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Arizona’s medical cannabis policies offer a lot of protection for people who use cannabis for medical purposes. For example, if you have a medical cannabis card, but your drug test at work shows that you have used cannabis recently, your employer cannot fire you based on that test result. The Medical Marijuana Act does not, however, turn the entire state of Arizona into one big Pink Floyd planetarium show. The law still prohibits smoking marijuana in public places, and while the new law does a lot to protect medical cannabis patients from workplace discrimination, it does not allow them to bring cannabis products to work if they work in a school or prison.  Likewise, individual nursing homes can set their own policies about possession and consumption of cannabis by patients on their premises.

What about driving, though? The Medical Marijuana Act has removed the stigma from cannabis at work. It implicitly acknowledges that medical cannabis users can behave responsibly while using cannabis. If it is legal to toke and work (at most jobs), does that mean that it is legal to toke and drive? The answer is not as simple as you might think. You might even want to get professional legal advice before you drive home from a midnight screening of the Harold and Kumar movies.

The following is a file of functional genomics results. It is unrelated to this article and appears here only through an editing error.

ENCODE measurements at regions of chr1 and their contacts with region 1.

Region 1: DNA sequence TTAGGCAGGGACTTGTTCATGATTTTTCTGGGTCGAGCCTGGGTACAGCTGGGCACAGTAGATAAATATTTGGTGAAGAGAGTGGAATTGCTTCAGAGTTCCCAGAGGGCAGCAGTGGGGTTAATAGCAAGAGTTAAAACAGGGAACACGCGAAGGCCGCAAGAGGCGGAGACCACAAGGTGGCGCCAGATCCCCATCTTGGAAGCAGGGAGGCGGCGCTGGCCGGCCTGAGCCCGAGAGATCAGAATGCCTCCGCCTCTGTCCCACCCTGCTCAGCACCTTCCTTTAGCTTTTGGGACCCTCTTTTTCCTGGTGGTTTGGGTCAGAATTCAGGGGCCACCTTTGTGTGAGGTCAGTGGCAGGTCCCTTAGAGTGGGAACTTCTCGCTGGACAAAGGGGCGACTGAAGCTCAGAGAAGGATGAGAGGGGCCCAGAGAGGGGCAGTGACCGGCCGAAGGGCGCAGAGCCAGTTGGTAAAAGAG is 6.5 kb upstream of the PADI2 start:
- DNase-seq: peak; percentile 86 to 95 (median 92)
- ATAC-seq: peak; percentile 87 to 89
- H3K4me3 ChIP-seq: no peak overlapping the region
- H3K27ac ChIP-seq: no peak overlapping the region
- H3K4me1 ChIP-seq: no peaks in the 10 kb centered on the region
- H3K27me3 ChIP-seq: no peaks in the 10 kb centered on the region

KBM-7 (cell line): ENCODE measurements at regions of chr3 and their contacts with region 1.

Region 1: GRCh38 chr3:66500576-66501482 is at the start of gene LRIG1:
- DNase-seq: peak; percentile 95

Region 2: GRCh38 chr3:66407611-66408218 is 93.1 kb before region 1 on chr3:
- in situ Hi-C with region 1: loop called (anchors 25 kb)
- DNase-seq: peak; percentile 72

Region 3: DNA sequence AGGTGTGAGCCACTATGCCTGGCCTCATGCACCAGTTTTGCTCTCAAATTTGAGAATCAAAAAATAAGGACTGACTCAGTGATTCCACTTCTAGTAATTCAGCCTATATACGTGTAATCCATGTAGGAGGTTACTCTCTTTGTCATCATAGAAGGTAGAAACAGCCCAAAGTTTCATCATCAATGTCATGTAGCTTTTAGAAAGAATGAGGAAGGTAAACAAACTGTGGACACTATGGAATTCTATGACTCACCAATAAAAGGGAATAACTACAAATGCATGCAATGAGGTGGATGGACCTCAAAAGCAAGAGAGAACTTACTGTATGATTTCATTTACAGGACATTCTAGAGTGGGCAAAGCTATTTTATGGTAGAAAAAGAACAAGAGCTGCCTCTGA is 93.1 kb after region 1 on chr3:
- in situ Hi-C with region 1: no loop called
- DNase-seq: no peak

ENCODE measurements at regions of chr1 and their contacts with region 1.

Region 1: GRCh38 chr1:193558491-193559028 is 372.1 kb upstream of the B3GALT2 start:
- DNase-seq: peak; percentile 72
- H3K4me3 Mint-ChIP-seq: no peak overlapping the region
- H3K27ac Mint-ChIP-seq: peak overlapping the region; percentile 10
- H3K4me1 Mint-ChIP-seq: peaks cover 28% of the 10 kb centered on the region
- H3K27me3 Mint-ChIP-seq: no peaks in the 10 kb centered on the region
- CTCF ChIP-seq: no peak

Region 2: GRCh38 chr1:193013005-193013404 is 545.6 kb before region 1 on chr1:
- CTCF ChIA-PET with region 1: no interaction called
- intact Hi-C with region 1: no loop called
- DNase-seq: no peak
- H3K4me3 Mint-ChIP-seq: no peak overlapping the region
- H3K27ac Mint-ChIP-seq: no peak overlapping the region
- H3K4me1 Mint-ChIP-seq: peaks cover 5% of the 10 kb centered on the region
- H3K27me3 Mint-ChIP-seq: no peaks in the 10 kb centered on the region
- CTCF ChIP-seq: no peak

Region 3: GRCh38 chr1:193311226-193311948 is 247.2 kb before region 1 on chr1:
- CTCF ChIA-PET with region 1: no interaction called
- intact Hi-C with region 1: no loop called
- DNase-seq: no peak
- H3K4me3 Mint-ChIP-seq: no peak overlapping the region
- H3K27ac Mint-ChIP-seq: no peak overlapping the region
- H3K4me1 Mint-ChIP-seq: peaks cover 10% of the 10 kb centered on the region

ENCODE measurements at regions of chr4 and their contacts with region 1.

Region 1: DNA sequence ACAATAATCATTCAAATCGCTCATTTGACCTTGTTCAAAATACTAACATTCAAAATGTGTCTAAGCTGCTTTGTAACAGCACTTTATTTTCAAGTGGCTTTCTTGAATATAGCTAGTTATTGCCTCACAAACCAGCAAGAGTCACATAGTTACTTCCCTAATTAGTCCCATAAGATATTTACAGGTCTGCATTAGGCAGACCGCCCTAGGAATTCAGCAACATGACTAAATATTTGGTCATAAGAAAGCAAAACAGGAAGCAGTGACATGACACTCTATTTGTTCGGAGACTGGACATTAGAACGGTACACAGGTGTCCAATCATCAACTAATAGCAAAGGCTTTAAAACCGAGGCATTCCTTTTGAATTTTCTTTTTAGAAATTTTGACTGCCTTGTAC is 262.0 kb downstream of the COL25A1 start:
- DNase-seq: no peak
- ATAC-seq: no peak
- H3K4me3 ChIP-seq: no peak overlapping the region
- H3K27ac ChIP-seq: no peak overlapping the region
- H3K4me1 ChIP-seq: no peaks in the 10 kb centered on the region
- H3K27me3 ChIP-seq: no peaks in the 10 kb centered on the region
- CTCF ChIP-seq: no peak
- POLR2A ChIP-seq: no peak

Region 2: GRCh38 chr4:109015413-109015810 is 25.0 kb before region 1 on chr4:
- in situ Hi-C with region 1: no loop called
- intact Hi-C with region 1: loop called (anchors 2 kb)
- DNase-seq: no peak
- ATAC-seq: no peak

You can Transport Your Weed in the Car, but do Not Drive While Stoned

If you have a medical cannabis card, then you can legally possess small quantities of marijuana.  As long as you do not smoke it in public or take it to places where it is strictly prohibited, and as long as you do not have more cannabis in your possession than what the law deems permissible for medical use, then simply carrying a bag of weed in your pocket is perfectly legal. If a police officer pulls you over and finds weed in your car, just show your medical marijuana card, and the officer cannot arrest you for illegal possession of cannabis.

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That said, medical cannabis users still have a responsibility to drive safely. It is illegal to drive while impaired, whether the substance that is inhibiting your ability to drive is legal or not.  Think about the prescription drugs that come with warnings not to drive while taking them. It is perfectly legal to take allergy medicine that makes you drowsy, but if it impairs your ability to drive safely, then you should let someone else give you a ride. If you have a medical cannabis card, then possessing small quantities of cannabis is legal, but unsafe driving is not.


Contact Eric Schmidt About Car Accident Cases

Cannabis is just one of the many factors that can increase the risk of car accidents. Often, it takes a professional lawyer to sort out the real causes of a car accident, and if you have been injured in a car accident, a personal injury lawyer can help you. Contact Eric Schmidt in Phoenix, Arizona for a free consultation.

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